I believe both modes are essential. God indeed invites us to "come . . . reason together" (Isa. 1:18, ESV). He also implores us to "be still, and know" that he is God (Ps. 46:10). In the earliest Latin Bible translation, the verb for "know" in this passage appears as cognoscere—acquaintance-knowledge—not sapere.
Perhaps it's fitting that I devote my final Wrestling with Angels column to exploring the power and limits of words. We've exchanged a lot of them over the past five years, and I'm deeply grateful. Rest assured, I'm not giving up on language—you can count on my circumlocutious wordiness in future pieces for ct and, Lord willing, in songs and books to come.
Yet I hope to write without the assum­ption that everything knowable can be named in words. Our God is both the Word who became flesh (John 1) and the Spirit who "himself intercedes for us with groanings too deep for words" (Rom. 8:26, ESV). Let's swim not only in the sea of our own words and ideas about him, but also in his fathomless ocean of love.
300x250 Arends - high res

Wednesday, February 19, 2014

When God Wears a Costume (Jan/Feb CT Column)

When God Wears a Costume

Why we need symbols in order to see him.

Carolyn Arends

I was a teenager trying to entertain 2-year-old Laura as she squirmed in her high chair. Thinking myself a clever babysitter, I held up her laminated placemat, which featured a photograph of Mickey and Minnie Mouse.
"Is this a picture of Donald and Daisy Duck?" I asked.
"No," she giggled.
"Is it Goofy and Pluto?"
"Nuh-uh!" she squealed.
"Well, who are they?" I asked, gearing up for the inevitable right-answer celebration. But her reply caught me off guard.
"Strangers in costumes."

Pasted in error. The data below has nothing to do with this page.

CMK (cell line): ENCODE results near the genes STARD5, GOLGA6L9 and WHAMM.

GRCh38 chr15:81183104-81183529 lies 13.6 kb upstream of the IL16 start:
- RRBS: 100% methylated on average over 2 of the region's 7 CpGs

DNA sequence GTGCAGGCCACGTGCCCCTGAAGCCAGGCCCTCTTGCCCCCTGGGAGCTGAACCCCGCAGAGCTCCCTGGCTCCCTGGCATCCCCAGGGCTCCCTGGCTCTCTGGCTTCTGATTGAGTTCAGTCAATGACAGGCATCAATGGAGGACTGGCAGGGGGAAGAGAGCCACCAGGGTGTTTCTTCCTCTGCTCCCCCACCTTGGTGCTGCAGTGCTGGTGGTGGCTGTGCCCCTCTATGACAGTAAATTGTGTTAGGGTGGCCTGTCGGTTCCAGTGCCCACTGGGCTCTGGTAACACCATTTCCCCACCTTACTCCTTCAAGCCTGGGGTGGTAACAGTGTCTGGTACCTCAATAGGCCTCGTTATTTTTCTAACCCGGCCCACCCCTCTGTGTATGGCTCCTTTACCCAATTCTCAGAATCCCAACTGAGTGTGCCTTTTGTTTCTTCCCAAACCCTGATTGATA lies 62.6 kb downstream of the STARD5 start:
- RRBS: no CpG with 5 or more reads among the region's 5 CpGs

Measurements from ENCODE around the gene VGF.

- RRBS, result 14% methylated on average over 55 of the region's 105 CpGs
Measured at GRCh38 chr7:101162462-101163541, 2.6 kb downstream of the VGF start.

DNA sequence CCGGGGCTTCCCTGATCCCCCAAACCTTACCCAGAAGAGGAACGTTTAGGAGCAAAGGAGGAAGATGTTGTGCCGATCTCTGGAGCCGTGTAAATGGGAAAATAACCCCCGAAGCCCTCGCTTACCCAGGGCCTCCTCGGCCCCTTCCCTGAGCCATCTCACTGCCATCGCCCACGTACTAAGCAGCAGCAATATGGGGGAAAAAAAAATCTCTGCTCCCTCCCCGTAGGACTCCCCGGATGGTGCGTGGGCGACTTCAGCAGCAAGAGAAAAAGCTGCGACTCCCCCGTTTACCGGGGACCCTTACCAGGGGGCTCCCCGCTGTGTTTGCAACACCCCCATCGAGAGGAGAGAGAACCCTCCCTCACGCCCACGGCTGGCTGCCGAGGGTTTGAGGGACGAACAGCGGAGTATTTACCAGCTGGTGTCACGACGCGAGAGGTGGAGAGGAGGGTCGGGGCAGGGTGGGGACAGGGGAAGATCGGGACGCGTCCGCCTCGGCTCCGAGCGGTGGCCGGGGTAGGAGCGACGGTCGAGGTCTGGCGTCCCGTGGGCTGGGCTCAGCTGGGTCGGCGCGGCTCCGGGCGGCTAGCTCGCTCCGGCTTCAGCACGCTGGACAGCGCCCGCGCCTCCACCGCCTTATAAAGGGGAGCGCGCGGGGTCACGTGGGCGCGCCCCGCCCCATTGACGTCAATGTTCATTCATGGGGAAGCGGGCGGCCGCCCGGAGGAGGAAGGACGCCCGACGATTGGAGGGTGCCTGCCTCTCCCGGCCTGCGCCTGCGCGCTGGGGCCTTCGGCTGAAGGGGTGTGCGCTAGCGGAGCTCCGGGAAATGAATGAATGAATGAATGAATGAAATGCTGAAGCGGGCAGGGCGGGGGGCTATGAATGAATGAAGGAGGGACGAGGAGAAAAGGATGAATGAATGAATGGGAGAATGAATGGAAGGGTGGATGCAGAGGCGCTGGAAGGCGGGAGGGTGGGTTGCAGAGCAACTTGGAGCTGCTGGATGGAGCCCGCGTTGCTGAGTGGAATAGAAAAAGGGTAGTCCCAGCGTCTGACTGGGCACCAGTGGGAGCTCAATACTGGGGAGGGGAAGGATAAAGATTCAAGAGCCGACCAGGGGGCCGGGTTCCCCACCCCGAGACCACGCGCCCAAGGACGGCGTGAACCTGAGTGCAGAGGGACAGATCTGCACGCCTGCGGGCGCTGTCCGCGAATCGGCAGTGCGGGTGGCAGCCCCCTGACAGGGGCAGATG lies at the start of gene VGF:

Laura is grown now, but I've been thinking about the pragmatism she exhibited as a toddler. Her no-nonsense take on the world (at least the world of Disney) is a perfect example of what sociologist Philip Rieff and philosopher Allan Bloom both described as a "low symbolic hedge."
I encountered this idea in The Shattered Lantern, a book by Catholic writer Ronald Rolheiser. If many Westerners have trouble perceiving God's presence in daily life, then perhaps, says Rolheiser, the problem is that our culture lacks potent symbols.
The ability to use symbols distinguishes humans from other animals. Consider eating. All animals use food for sustenance and pleasure. But humans can employ candlelight, china, toasts, and blessings to imbue a meal with significance. Through symbols, eating can embody romance, friendship, honor, or celebration.
I must confess: I usually have neither the time nor the inclination to bother with such symbols. When, for instance, I eat on the run, my symbolic hedge is low; food is just fuel, and the day is just a succession of hours to manage or endure.
But Rolheiser warns that a low symbolic hedge drains the meaning out of experience. To illustrate, he imagines a middle-aged man beset by chronic back pain.
What does this pain mean? It can mean that he has arthritis, a medical symbol; or it can mean he is undergoing some midlife crisis, a psychological symbol; or it can mean that he is undergoing the paschal mystery, that this is his cross, a religious symbol. Or it might mean all three. The symbols with which we enter and interpret our experience can be low (suffering arthritis) or high (being part of the paschal mystery!).
God's apparent absence in ordinary experience is intimately connected to the diminished height of our symbolic hedge.
I came to Rolheiser's book because two friends—a Christian and a skeptic—had confessed to longing for a sharper awareness of God's presence. Their failure to "feel" God left both women wounded.
The Shattered Lantern reminded me that sensing God's presence is not the same thing as faith. God is near whether we feel him or not. "Blessed are those who have not seen and yet have believed," Jesus declares (John 20:29). Saint John of the Cross famously wrote of the "dark night of the soul," claiming that sometimes God withdraws his presence.